Sunday, May 31, 2009

Herman Story Winemaker Russell From has Dinner at Our Home

Last week on a whim Russell From of Herman Story stopped by for dinner at our home with a few friends of ours and a lot of wine. Before I get into the wine details, tasting notes and commentary from the dinner, a few background details of Russell and Herman Story are necessary.

Russell From is the winemaker and director of all operations at Herman Story, a Southern California winery now based just a little further north in Paso Robles, California. Before Paso Robles, Herman Story shared space with other up and coming winemakers in an industrial space north of Santa Barbara.

Russell crafts delicious and complex Rhone varietal wines. In fact some say his Larner Vineyard Grenache is one of the best American versions of this mildly fickle grape mostly unknown outside the wine geek scene. A fact I tend to agree with. Later I will get into more detail on the grapes and their old world origins. Many of you have probably had Grenache; you probably just did not know it.

In addition to excellent Grenache, Herman Story crafts world class Syrah, the most popular of the Rhone grapes; Rhone white grape varietals Viognier and Roussanne, as well as the dark and mysterious Mourvedre to blend into the reds on rare occasion. The grapes that Russell uses come from some of the premier vineyards in all of California for Rhone Varietals, White Hawk Vineyard being one of the best for Syrah and Larner Vineyard for Grenache and Viognier.

Hotels Suck, My Blackberry Pays Off

This dinner came together on a whim as I was on vacation in the Cayman Islands with Lisa but had to watch work email on my Blackberry a few times a day. If not for my Blackberry I would not have seen Russell’s email about his East Coast trip. Luckily I did and saw Russell’s latest mailing list update that he was doing an east coast trip (finally dude!). After doing quite of few of these trips in other parts of the country, Russell had found he had developed a distaste for hotels. Something I can imagine gets old when you are living out of a suitcase, meeting tens of people a day to sell and taste your wines and train them on Herman Story wines and how the wines are made and should be served to customers. So in exchange for a couch, or spare bedroom in our case, and some dinner, Russell would provide Herman Story wines for a small group of friends. I think the email arrived in my phone as I was checking on a work issue. I dropped everything and wrote back to Russell that we would like to participate. A little while later we put a date in the books and Lisa and I went back to the beach and scuba diving.

The day of the dinner Russell picked me up in downtown Manhattan after work so I could navigate him through the Holland Tunnel and to our home on the other side of the Hudson River in Hoboken, NJ. The wines had already arrived earlier that day. We stuck the Viognier in the fridge and opened the reds around 1pm or so to start to breathe. Lisa had prepared in short time her excellent rack of lamb and smashed potatoes with truffle oil, while I whipped up some braised broccolini. Excellent cheeses, finger foods and salad were generously provided by our guests.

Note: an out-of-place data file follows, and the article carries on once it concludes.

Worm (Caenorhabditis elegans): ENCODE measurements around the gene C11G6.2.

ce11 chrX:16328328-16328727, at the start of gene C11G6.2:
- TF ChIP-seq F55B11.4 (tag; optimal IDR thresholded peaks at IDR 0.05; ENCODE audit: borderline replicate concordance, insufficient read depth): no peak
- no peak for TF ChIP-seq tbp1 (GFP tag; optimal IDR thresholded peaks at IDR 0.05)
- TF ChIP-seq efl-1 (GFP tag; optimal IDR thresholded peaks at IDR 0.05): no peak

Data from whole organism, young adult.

The Herman Story Wine Lineup:

White Hawk Vineyard Viognier, 2007

“On the Road” Grenache, 2007

“Nuts and Bolts” Syrah, 2007

White Hawk Vineyard Syrah, 2007

Larner Vineyard Grenache, 2005

White Hawk Vineyard Syrah, 2005

Russell spoke to our guests about life on the road and at home as a winemaker. There were plenty of funny and interesting stories of travels and winemaking abroad with friends he has made through Herman Story and other wine projects that he is involved with (Barrel 27 being one of them). Of course I talked his ear off about the wine geek matters, but not too much…I hope.

The first wine was the White Hawk Vineyard Viognier, 2007. Aromas of white flowers, spice, peaches and creamy oak jumped from the glass. Big and viscous, the wine coated and filled the palate with stone fruits such as peaches, some spiciness and crème brulee – some textbook Viognier notes. The wine was crisp and dry on the finish as it was fermented 100% and picked at a high brix. This was finished quite soon but I was able to grab a second sip before it was all gone.

Next up was the 2007 “On the Road” Grenache. This was a big favorite of the group and also a wine finished very quickly. My notes are a little light on this one as I was not able to get too much more after the first pour. Medium to dark red in color, the aromas were juicy red and black fruits, a touch of licorice and baking spices. The palate was rich and concentrated, yet elegant and light on its feet. The palate had more of the aromas, but specifically, and this may sound weird, but late summer (ripe) grilled strawberries. “On the Road” walked a fine line balancing the berry fruits, spice, oak and acidity.

With the third wine we cracked in the Syrah wines. The 2007 “Nuts and Bolts” Syrah was a concept that originated in the 2006 vintage. Instead of making a few single vineyard Syrah, Russell combined the best Syrah barrels to make one larger effort that achieved better results than when unblended and on their own in barrel. Ergo the name “Nuts and Bolts”! A dark purple core with red edges, this wine was progressively showing better through the night beating its chest. Meaty and peppery notes mingled with blackberry and some oak. The palate was brooding with meaty, peppery and blackberry flavors with some secondary notes of chocolate and oak integrating finely with the primary flavors.